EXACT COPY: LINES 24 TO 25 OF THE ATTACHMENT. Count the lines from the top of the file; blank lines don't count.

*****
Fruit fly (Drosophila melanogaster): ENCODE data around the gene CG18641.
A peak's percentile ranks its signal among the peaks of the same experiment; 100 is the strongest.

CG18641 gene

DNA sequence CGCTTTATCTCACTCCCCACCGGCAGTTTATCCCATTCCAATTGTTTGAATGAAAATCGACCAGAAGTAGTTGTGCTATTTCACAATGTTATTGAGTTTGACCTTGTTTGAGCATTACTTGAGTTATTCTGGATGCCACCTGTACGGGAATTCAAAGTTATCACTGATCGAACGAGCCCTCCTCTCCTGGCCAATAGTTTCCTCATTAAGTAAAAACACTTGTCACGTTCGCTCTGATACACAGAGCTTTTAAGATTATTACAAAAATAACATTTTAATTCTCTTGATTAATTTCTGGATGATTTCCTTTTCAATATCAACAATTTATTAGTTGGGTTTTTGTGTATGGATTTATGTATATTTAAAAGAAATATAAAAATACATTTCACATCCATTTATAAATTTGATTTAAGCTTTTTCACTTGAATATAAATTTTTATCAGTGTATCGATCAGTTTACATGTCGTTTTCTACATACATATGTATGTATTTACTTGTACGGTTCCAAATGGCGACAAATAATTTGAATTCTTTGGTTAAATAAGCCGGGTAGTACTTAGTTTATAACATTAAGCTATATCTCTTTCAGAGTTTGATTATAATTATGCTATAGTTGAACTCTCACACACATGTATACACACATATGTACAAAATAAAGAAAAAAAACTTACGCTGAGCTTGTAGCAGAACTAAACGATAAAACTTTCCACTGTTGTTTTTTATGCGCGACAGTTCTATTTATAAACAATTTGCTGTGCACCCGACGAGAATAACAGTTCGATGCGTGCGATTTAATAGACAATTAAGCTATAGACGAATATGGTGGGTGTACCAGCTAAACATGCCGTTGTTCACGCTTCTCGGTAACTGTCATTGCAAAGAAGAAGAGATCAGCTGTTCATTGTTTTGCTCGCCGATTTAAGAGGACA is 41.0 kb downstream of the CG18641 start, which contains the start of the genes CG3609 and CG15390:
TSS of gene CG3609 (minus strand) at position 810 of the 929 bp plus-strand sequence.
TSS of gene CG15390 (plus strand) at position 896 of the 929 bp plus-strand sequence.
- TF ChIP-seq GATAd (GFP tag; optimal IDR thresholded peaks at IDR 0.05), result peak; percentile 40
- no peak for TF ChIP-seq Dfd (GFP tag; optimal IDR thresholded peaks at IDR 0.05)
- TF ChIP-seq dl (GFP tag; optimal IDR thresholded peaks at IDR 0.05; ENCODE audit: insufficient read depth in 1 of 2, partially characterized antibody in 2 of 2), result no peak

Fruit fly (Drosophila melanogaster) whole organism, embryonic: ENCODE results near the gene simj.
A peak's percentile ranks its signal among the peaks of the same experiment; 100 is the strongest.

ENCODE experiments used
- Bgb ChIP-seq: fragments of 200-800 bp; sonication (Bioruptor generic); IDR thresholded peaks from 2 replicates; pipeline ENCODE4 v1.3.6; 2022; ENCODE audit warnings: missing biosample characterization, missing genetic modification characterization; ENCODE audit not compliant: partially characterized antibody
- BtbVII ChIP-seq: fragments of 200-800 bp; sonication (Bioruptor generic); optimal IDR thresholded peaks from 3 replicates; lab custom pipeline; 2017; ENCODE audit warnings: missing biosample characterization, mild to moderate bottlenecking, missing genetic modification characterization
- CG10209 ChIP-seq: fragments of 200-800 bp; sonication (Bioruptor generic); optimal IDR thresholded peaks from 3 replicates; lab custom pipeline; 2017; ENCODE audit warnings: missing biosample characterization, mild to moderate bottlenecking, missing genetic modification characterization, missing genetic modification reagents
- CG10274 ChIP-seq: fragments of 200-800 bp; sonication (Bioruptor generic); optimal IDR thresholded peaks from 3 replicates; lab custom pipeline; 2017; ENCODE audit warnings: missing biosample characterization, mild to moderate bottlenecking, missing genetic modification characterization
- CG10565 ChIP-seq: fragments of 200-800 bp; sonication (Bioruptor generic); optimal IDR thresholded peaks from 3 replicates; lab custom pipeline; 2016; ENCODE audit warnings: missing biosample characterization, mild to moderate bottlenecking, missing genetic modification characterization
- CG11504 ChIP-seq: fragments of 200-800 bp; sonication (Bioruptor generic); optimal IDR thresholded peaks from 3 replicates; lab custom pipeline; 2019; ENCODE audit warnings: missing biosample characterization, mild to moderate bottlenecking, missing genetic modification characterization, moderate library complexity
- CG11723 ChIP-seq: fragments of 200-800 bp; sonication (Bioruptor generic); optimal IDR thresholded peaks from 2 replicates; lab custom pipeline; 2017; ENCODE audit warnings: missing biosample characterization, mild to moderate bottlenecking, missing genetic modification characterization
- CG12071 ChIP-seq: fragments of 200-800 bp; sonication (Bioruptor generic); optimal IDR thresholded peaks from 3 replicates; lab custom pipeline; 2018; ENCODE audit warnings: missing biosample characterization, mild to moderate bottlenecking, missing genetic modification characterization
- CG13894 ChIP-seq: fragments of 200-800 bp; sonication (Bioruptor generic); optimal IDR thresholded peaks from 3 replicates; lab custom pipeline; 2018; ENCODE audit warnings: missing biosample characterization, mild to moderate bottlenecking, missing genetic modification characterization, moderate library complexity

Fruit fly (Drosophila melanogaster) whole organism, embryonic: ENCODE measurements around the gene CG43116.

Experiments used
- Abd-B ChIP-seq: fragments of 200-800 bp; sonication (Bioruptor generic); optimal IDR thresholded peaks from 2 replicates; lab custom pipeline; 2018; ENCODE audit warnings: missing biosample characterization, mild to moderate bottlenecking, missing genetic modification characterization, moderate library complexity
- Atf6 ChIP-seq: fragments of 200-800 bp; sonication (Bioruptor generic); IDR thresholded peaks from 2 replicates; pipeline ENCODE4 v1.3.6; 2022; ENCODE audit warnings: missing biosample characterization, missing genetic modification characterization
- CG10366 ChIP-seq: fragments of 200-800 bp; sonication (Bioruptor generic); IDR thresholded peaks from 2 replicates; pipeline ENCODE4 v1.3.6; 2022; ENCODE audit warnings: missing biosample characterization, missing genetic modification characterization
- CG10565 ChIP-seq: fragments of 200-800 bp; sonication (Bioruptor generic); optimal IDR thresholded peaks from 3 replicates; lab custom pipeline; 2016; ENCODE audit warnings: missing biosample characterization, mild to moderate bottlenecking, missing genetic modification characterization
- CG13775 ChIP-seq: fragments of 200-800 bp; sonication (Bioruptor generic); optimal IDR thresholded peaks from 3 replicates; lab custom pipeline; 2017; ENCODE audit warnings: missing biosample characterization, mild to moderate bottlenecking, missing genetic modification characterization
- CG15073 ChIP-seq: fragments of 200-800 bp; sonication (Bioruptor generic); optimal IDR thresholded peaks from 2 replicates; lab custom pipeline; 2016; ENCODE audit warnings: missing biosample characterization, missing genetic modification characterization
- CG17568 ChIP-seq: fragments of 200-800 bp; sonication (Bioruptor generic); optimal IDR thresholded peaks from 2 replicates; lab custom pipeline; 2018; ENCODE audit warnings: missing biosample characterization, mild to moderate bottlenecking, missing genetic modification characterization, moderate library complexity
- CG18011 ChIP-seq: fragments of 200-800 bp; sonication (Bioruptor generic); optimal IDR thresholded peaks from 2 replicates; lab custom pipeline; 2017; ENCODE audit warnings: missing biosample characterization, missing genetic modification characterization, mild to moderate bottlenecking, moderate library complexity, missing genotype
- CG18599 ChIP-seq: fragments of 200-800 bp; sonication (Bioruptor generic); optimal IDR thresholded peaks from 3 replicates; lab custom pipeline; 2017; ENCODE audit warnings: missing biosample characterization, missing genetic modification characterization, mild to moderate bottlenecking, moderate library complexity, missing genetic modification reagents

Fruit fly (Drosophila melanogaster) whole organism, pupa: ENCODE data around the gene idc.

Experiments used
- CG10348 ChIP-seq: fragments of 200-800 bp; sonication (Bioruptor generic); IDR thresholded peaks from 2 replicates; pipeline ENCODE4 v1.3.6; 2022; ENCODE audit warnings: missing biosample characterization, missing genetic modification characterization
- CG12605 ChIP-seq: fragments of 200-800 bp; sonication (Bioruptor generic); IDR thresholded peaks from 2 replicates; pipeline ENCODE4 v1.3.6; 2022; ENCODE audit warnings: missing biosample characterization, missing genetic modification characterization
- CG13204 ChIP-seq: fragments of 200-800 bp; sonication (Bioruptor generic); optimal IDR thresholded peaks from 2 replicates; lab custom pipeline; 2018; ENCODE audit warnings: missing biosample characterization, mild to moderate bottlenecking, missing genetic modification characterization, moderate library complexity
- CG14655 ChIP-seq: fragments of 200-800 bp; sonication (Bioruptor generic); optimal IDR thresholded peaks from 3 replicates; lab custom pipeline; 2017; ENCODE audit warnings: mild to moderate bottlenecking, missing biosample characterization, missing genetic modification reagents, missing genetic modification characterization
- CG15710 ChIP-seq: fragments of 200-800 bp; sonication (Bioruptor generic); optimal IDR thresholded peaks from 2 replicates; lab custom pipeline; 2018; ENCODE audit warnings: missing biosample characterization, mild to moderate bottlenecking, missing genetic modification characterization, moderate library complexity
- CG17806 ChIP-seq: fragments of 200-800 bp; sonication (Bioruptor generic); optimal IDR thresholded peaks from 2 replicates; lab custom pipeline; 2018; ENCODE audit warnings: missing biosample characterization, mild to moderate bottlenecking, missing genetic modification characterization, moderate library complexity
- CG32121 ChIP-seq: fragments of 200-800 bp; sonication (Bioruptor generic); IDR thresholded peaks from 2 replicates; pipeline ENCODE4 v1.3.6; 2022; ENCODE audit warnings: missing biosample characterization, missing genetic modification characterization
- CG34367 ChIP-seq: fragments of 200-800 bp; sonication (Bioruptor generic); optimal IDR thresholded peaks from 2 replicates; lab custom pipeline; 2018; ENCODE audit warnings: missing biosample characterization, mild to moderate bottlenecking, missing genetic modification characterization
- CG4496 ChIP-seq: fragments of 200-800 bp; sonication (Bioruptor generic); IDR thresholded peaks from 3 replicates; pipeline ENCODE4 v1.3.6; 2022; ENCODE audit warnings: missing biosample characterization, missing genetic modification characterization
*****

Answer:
- Abd-B ChIP-seq: fragments of 200-800 bp; sonication (Bioruptor generic); optimal IDR thresholded peaks from 2 replicates; lab custom pipeline; 2018; ENCODE audit warnings: missing biosample characterization, mild to moderate bottlenecking, missing genetic modification characterization, moderate library complexity
- Atf6 ChIP-seq: fragments of 200-800 bp; sonication (Bioruptor generic); IDR thresholded peaks from 2 replicates; pipeline ENCODE4 v1.3.6; 2022; ENCODE audit warnings: missing biosample characterization, missing genetic modification characterization